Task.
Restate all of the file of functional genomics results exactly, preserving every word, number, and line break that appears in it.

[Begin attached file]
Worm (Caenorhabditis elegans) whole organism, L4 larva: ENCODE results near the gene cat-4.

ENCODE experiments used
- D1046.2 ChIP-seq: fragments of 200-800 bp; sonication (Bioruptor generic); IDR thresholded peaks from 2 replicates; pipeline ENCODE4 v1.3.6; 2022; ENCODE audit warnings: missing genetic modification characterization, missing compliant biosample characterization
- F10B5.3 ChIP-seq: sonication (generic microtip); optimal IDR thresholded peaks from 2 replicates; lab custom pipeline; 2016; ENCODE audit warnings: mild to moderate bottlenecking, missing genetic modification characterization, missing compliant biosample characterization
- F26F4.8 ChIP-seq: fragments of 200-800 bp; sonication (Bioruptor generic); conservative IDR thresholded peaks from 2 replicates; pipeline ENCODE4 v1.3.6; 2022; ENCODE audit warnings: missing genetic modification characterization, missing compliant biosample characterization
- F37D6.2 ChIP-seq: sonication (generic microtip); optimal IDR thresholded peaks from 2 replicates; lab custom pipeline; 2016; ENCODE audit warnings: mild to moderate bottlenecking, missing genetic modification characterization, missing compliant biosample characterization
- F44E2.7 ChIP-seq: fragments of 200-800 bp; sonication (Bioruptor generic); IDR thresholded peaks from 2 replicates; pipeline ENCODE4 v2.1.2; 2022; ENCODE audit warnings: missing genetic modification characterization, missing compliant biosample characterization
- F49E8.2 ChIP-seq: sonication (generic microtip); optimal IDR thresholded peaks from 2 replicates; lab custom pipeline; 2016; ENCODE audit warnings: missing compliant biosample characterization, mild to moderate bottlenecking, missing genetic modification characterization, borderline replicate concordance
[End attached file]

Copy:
Worm (Caenorhabditis elegans) whole organism, L4 larva: ENCODE results near the gene cat-4.

ENCODE experiments used
- D1046.2 ChIP-seq: fragments of 200-800 bp; sonication (Bioruptor generic); IDR thresholded peaks from 2 replicates; pipeline ENCODE4 v1.3.6; 2022; ENCODE audit warnings: missing genetic modification characterization, missing compliant biosample characterization
- F10B5.3 ChIP-seq: sonication (generic microtip); optimal IDR thresholded peaks from 2 replicates; lab custom pipeline; 2016; ENCODE audit warnings: mild to moderate bottlenecking, missing genetic modification characterization, missing compliant biosample characterization
- F26F4.8 ChIP-seq: fragments of 200-800 bp; sonication (Bioruptor generic); conservative IDR thresholded peaks from 2 replicates; pipeline ENCODE4 v1.3.6; 2022; ENCODE audit warnings: missing genetic modification characterization, missing compliant biosample characterization
- F37D6.2 ChIP-seq: sonication (generic microtip); optimal IDR thresholded peaks from 2 replicates; lab custom pipeline; 2016; ENCODE audit warnings: mild to moderate bottlenecking, missing genetic modification characterization, missing compliant biosample characterization
- F44E2.7 ChIP-seq: fragments of 200-800 bp; sonication (Bioruptor generic); IDR thresholded peaks from 2 replicates; pipeline ENCODE4 v2.1.2; 2022; ENCODE audit warnings: missing genetic modification characterization, missing compliant biosample characterization
- F49E8.2 ChIP-seq: sonication (generic microtip); optimal IDR thresholded peaks from 2 replicates; lab custom pipeline; 2016; ENCODE audit warnings: missing compliant biosample characterization, mild to moderate bottlenecking, missing genetic modification characterization, borderline replicate concordance